eCos Support for the Freescale M5272C3 Board — Overview
The Freescale M5272C3 board has an MCF5272 ColdFire processor, 4MB of external SDRAM, 2MB of external flash memory, and connectors plus required support chips for all the on-chip peripherals. By default the board comes with its own dBUG ROM monitor, located in the bottom half of the flash.
For typical eCos development a RedBoot image is programmed into the top half of the flash memory, and the board is made to boot this image rather than the existing dBUG monitor. RedBoot provides gdb stub functionality so it is then possible to download and debug eCos applications via the gdb debugger. This can happen over either a serial line or over ethernet.
In a typical setup the bottom half of the flash memory is reserved for the dBUG ROM monitor and is not accessible to eCos. That leaves four flash blocks of 256K each. Of these one is used for the RedBoot image and another is used for managing the flash and holding RedBoot fconfig values. The remaining two blocks at 0xFFF40000 and 0xFFF80000 can be used by application code.
By default eCos will only support the four megabytes of external SDRAM
present on the initial versions of the board, accessible at location
0x00000000. Later versions come with 16MB. If all 16MB of memory are
required then the ACR0 register needs to be changed. The default value
is controlled by the configuration option
CYGNUM_HAL_M68K_M5272C3_ACR0, but this option is
only used during ROM startup so in a typical setup it would be
necessary to rebuild and update RedBoot. Alternatively the register
can be updated by application code, preferably using a high priority
static constructor to ensure that the extra memory is visible before
any code tries to use that memory. It will also be necessary to change
the memory layout so that the linker knows about the additional
By default the 4K of internal SRAM is mapped to location 0x20000000
using the RAMBAR register. This is not used by eCos or by RedBoot so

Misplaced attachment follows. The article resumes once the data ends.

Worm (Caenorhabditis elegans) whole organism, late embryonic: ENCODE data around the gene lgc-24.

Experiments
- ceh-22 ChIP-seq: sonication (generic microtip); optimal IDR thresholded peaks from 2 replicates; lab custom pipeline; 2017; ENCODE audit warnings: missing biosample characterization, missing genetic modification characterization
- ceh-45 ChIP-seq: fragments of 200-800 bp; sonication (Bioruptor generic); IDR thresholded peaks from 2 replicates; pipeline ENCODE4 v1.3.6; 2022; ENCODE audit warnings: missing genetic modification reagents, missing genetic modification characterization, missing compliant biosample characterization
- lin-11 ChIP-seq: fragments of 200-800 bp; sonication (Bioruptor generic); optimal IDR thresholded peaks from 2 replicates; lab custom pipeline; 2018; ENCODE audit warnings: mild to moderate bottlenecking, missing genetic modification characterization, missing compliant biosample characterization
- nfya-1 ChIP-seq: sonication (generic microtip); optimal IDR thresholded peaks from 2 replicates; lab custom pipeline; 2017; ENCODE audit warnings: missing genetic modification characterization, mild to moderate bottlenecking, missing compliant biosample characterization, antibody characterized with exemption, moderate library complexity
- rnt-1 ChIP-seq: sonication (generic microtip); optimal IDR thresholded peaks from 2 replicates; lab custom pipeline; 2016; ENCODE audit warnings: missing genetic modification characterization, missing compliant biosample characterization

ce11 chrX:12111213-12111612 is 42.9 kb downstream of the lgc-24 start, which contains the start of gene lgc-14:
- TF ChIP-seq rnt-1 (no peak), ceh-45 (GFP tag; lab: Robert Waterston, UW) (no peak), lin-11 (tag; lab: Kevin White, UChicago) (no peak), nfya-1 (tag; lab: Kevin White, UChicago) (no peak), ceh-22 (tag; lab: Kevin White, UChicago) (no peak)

can be used by application code. The M68K architectural HAL has an
iram1.c testcase to illustrate the linker script
support for this. The internal 16K of ROM is left
disabled by default because its contents are of no use to most
applications. The on-chip peripherals are mapped at 0x10000000 via the
There is a serial driver
which supports both on-chip UARTs. One of the UARTs, usually uart0,
can be used by RedBoot for communication with the host. If this UART
is needed by the application, either directly or via the serial
driver, then it cannot also be used for RedBoot communication. Another
communication channel such as ethernet should be used instead. The
serial driver package is loaded automatically when configuring for the
There is an ethernet driver
for the on-chip ethernet device. This driver is also loaded
automatically when configuring for the M5272C3 target. The M5272C3
board does not have a unique MAC address, so a suitable address has to
be programmed into flash via RedBoot's fconfig
eCos manages the on-chip interrupt controller. Timer 3 is used to implement the eCos system clock, but timers 0, 1 and 2 are unused and left for the application. The GPIO pins are manipulated only as needed to get the UARTs and ethernet working. eCos will reset the remaining on-chip peripherals (DMA, USB, PLCI, QSPI and PWM) during system startup or soft reset but will not otherwise manipulate them.
The M5272C3 port is intended to work with GNU tools configured for an m68k-elf target. The original port was done using m68k-elf-gcc version 3.2.1, m68k-elf-gdb version 5.3, and binutils version 2.13.1.
By default eCos is built using the compiler flag
-fomit-frame-pointer. Omitting the frame pointer
eliminates some work on every function call and makes another register
available, so the code should be smaller and faster. However without a
frame pointer m68k-elf-gdb is not always able to identify stack
frames, so it may be unable to provide accurate backtrace information.
Removing this compiler flag from the configuration option
CYGBLD_GLOBAL_CFLAGS avoids such debug problems.
|2022-03-29||Open Publication License|